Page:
This event made a coherent argument for critical writing as an art form. Schmitz offered this nice description of his own critical writing “…I do not have a methodology. I do not have a stable vocabulary… I have an urgency, something needs thinking about”. He also reflected on why most writers do not identify as a critic, they are always an artist, teacher or curator who also writes (I expect this applied to many members of the audience).
The only ‘exhibition’ that I visited this week was the not-so-snappily named Sky Arts: Doug Aitken’s The Source at Tate Liverpool. Aitken’s video work, a series of interviews with creative practitioners from all disciplines, followed on well from Schmitz’ observation about the plurality of creative roles. The US artist appears in each 3 minute film (there are 18 in total shown on multiple screens) asking each interviewee where the source of inspiration comes from. The experience was like being in a crowded bar, where you have to move closer to the objects of your attention to block out the chatty rumble of background sound. In spite of the stunning locations of the interviews, much of what was said translated across the Atlantic Ocean and all the way to dreary post-Industrial northern towns. In particular I thought of my home in Garston when Jack White said that “you can’t live next to factories without being influenced by them.”
The dreary Midlands were the backdrop for my last talk of the week; George Shaw in conversation at the Walker Art Gallery, in his capacity as one of the John Moores Painting Prize jurors. He became a juror to see “what it is like on the other side of the fence” and (to the probable relief of every artist who has entered) he confirms that there is no “skulduggery.” Shaw’s work isn’t featured in the Biennial this year, but his success as an artist, in particular his 2011 Turner Prize nomination, is the reason that he was selected as one of the jurors. Shaw is an artist rooted in place and in process. He often depicts the town of his birth (Coventry) grudgingly using paint as a medium for his sentimental and romantic point of view. He says that “the places that humans are most honest is funerals” and describes his paintings as “karaoke funeral anthems”. His humble paintings of streets, council estates and pubs are a way of memorialising moments in time.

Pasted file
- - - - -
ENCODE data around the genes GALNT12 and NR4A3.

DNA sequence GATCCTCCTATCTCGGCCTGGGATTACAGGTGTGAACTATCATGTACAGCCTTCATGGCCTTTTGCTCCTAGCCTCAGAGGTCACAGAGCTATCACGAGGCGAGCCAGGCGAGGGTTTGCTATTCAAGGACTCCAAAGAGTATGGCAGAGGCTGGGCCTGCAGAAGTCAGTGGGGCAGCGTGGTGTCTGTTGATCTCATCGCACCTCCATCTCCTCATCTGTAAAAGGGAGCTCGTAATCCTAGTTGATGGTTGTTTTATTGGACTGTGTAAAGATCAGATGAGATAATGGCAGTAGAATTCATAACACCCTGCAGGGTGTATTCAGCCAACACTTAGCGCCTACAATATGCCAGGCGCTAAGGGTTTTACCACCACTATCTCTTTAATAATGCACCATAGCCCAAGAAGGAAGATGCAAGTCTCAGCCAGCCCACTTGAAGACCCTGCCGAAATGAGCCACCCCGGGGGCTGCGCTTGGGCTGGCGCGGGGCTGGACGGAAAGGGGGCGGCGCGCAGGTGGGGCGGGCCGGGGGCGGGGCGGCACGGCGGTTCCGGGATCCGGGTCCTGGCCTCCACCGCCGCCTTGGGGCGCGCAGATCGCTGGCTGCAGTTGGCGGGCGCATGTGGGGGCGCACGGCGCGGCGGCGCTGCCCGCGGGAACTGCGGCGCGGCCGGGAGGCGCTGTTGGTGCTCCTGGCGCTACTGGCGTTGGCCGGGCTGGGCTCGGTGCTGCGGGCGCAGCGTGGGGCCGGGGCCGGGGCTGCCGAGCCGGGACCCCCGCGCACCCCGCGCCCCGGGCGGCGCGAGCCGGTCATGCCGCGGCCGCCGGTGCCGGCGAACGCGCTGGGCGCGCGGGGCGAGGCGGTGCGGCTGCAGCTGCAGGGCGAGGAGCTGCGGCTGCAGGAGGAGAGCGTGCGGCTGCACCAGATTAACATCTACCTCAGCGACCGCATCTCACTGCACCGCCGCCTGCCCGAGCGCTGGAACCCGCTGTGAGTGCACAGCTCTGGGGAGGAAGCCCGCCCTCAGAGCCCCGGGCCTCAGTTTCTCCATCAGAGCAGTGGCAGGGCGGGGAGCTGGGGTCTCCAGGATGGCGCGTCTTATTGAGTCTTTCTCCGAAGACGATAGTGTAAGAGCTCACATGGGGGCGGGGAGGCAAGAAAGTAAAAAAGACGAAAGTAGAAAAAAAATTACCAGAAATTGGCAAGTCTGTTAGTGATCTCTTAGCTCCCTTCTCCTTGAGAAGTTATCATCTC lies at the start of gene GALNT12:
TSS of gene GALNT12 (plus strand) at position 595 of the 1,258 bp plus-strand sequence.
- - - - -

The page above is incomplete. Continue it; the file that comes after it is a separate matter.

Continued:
Engaging with the Unexpected Guest theme isn’t necessary to enjoy the Biennial, and yet to some extent it underwrites all of the elements that make up the festival. The relationship between hospitality and culture is interesting. It isn’t always a harmonious relationship as Lorenzo Fuzi hints at in his catalogue essay when he says “[hospitality is] a form of power that acts in a similar way to dominance and control.” But at its most basic level, ‘the Unexpected Guest’ could refer to the invitation to artists and speakers to converge on Liverpool, as they are doing throughout the festival, to surprise, entertain and challenge us.
First published on the Liverpool Daily Post Arts Blog October 2012